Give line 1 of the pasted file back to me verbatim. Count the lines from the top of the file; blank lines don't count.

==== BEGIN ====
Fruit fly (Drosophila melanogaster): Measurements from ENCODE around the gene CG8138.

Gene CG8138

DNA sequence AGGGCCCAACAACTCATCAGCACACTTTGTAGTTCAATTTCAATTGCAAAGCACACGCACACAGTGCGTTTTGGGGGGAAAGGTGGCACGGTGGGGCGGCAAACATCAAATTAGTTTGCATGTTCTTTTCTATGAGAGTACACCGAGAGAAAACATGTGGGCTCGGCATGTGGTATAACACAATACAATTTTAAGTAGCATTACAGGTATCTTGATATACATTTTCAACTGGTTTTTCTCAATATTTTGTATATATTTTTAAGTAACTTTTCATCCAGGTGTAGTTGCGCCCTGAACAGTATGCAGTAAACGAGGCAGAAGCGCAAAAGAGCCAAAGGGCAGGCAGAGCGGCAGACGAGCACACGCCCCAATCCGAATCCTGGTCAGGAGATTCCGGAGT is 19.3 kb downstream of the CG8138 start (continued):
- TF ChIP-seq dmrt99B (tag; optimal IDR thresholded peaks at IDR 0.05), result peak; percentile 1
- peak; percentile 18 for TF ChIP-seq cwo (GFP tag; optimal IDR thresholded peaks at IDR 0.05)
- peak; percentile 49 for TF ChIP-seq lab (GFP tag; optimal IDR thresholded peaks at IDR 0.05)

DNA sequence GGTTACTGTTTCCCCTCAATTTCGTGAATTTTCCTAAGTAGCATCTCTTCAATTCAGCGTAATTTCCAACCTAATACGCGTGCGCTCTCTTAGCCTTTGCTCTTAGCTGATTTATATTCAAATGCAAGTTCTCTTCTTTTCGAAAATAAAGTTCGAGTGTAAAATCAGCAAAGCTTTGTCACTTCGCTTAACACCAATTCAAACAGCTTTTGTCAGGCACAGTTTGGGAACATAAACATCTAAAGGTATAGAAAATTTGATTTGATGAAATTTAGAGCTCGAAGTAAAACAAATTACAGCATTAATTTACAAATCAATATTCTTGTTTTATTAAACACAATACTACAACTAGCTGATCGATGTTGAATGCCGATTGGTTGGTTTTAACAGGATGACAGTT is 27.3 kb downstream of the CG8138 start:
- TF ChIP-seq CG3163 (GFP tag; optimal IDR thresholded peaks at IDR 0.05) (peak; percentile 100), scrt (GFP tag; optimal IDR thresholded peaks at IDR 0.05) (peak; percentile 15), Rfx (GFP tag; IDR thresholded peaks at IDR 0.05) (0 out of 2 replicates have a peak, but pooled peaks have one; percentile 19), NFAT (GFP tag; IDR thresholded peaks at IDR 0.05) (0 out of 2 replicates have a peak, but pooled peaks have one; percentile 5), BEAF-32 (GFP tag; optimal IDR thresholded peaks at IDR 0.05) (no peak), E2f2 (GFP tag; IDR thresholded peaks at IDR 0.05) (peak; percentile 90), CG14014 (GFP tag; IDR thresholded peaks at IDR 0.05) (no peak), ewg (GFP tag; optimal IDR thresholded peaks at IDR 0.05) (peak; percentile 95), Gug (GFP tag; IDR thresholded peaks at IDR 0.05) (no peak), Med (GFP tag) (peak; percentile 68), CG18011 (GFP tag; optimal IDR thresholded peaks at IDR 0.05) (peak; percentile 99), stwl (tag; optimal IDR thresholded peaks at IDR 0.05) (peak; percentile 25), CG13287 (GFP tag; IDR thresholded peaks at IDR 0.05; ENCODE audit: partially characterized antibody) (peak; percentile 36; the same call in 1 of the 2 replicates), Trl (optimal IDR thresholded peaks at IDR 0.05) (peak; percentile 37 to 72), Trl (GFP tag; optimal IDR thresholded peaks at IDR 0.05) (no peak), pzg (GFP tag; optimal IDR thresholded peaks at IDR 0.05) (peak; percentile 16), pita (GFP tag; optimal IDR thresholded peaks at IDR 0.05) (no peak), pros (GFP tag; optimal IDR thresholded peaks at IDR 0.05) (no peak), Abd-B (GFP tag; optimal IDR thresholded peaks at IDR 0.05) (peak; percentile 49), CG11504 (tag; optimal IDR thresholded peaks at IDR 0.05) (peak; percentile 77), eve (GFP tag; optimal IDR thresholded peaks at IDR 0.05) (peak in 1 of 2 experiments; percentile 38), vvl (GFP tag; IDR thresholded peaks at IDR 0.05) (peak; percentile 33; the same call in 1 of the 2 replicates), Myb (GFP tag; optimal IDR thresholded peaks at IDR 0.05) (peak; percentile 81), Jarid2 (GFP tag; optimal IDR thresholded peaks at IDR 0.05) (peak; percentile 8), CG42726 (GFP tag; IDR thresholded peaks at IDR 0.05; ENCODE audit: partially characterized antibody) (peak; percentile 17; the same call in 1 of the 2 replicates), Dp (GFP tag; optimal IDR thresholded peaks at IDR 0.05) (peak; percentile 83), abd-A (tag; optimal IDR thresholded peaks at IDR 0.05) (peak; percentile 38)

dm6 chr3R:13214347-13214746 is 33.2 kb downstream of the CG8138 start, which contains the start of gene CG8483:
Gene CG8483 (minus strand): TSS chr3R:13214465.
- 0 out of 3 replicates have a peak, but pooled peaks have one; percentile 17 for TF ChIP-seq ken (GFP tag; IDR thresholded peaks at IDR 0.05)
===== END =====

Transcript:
Fruit fly (Drosophila melanogaster): Measurements from ENCODE around the gene CG8138.